Karl lived unhappily with Uncle Ludwig for a period before entering the University of Vienna in 1824. After years of being caught between his mother and uncle, in 1826, Karl bought a pistol and attempted suicide. A bullet just grazed his temple. After recovering, Karl joined the army. He left as a second lieutenant in 1832, the year of his marriage to Caroline Naske. They had five children and lived on money he inherited from uncles Ludwig and Johann van Beethoven. 

A portrait of Johann Nikolaus van Beethoven.

A portrait of Johann Nikolaus van Beethoven.

Johann Nikolaus van Beethoven (1776-1848) 

In contrast to Carl, Johann, the youngest of the Beethoven brothers, was a pillar of stability. According to Swafford, he was “tall, dandyish, not bad-looking despite uneven features, even-tempered if not notably bright, and he had no particular interest in music.” After training as a pharmacist, in 1795 he joined his elder brothers in Vienna and worked as an assistant at an apothecary. 

Ludwig could be patronizing towards Johann, boasting of his financial prospects and assuring him that “I trust that I shall be able to contribute to your happiness.” Johann didn’t need Ludwig’s handouts. In 1809, he bought a pharmacy in Linz, Austria. He then purchased a castle, the Schloss Wasserhof in Gneixendorf (today an Airbnb), and signed a letter to Ludwig "From your brother Johann, landowner.” Ludwig signed his reply, "From your brother Ludwig, brain owner.”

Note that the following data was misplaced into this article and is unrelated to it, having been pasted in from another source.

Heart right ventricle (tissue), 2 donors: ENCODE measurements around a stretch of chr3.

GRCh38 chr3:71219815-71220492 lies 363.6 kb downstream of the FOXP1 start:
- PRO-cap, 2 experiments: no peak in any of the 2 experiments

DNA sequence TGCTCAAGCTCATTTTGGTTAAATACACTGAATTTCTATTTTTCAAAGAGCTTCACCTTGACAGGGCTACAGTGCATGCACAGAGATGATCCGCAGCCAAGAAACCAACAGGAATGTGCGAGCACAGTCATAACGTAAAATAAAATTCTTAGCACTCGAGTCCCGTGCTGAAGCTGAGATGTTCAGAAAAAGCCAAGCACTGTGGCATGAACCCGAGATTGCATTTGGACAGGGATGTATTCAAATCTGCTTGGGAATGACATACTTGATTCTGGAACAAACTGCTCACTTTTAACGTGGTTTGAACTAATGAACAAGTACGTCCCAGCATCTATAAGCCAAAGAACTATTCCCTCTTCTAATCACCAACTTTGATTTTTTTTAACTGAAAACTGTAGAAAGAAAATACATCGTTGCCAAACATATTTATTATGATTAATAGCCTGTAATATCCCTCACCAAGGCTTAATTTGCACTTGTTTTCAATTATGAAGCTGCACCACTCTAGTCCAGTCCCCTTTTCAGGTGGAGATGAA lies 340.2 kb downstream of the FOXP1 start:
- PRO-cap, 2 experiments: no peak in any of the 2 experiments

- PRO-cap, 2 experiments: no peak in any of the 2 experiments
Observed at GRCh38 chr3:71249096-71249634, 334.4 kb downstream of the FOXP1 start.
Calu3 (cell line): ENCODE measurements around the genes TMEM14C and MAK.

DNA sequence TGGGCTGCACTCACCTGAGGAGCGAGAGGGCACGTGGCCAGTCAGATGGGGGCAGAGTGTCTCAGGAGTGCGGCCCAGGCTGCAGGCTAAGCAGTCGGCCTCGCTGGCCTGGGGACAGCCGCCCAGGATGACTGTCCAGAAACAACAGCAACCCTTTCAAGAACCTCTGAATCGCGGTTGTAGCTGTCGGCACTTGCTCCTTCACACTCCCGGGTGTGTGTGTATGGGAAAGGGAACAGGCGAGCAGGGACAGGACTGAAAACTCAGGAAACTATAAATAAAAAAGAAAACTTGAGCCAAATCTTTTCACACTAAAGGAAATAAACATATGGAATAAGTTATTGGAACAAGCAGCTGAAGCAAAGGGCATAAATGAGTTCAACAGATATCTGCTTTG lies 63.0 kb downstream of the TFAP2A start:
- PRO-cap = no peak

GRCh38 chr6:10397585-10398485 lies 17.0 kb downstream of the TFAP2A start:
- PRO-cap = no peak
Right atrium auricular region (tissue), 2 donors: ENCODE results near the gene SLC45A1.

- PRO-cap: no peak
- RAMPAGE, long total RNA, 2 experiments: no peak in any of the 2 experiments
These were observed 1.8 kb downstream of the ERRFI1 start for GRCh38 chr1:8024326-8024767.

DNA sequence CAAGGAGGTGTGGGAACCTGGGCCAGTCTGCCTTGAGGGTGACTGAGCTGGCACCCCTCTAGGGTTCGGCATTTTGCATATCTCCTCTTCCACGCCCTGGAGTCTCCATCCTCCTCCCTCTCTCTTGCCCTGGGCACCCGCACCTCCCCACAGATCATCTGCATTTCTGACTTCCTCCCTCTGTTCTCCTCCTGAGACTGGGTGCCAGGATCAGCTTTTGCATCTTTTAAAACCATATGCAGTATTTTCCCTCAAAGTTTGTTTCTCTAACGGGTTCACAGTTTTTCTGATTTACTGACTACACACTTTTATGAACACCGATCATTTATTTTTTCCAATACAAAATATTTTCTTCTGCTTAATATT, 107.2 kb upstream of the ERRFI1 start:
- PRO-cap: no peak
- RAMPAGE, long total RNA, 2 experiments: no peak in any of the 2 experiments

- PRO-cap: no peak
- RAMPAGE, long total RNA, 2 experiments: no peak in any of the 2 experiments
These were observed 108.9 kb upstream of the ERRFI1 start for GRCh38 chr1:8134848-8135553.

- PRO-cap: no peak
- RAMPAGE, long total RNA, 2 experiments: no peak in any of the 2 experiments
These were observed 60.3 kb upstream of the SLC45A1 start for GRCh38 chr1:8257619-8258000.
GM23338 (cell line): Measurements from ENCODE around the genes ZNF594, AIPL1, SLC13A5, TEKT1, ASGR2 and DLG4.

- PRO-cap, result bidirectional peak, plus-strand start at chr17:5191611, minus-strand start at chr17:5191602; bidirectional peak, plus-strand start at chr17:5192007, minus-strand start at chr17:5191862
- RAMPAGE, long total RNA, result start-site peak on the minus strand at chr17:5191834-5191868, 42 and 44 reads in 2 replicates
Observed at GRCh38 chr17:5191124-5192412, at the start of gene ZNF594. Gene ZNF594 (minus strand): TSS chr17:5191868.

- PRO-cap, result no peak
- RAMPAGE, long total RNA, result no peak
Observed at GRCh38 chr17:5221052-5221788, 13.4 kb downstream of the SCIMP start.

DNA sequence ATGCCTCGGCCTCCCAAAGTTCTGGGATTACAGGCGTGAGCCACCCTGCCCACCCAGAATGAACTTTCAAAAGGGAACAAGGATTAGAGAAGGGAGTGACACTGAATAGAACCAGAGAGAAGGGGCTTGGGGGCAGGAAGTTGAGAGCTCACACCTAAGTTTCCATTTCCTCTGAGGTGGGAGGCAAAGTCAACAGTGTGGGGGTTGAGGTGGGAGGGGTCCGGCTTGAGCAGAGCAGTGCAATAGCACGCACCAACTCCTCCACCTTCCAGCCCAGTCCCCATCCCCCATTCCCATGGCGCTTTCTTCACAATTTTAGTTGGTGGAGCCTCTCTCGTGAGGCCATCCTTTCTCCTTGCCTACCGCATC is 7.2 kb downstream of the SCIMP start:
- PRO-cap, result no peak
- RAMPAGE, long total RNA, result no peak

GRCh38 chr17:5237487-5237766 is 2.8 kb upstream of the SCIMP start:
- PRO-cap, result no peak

Whatever tensions existed, Ludwig and Johann remained close, and brought out the best in one another. In 1826, the composer stayed at Johann’s estate and wrote the finale to his String Quartet Opus 130. He sent the manuscript to his publisher that November. Back in his shabby Vienna apartment, on March 26, 1827, Ludwig van Beethoven died, according to one vivid account, during a violent thunderstorm. 


Are Beethoven’s family struggles essential to our understanding of his musical genius? Perhaps not. However, they provide another piece of the puzzle in our understanding of this contradictory and unflinchingly honest figure who left such an indelible mark on our musical culture.

- Written by Brian Wise

Brian Wise writes about classical music for BBC Music Magazine, Musical America, and is the producer of the Chicago Symphony Orchestra’s national radio broadcasts.